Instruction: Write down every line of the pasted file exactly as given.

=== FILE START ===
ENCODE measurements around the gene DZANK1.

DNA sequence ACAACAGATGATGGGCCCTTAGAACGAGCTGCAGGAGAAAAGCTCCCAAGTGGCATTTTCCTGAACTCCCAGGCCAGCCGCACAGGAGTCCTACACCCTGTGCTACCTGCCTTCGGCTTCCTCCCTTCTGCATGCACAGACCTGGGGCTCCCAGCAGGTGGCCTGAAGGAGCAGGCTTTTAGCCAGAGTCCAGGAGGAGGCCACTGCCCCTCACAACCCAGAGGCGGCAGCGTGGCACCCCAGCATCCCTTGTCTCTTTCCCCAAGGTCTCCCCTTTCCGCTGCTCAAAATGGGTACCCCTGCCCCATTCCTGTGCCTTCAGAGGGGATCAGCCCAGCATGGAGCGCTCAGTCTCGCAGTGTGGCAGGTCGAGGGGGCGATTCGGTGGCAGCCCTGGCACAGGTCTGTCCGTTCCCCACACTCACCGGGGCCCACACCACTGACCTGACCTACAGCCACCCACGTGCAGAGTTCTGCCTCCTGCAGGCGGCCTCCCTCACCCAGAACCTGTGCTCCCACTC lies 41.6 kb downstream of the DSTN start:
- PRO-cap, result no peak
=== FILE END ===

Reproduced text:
ENCODE measurements around the gene DZANK1.

DNA sequence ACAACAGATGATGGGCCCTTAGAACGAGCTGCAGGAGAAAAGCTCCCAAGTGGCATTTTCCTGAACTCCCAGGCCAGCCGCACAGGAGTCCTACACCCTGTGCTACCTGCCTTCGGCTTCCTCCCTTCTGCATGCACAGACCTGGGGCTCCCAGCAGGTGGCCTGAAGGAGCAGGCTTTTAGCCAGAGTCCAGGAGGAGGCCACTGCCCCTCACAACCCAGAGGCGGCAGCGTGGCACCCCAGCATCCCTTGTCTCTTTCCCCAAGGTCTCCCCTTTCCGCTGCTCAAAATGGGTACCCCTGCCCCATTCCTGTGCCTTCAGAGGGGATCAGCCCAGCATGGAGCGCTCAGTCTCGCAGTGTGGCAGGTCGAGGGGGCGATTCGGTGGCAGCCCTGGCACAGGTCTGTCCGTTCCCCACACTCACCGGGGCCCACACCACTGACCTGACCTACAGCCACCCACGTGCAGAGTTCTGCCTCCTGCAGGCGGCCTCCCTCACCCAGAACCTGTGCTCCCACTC lies 41.6 kb downstream of the DSTN start:
- PRO-cap, result no peak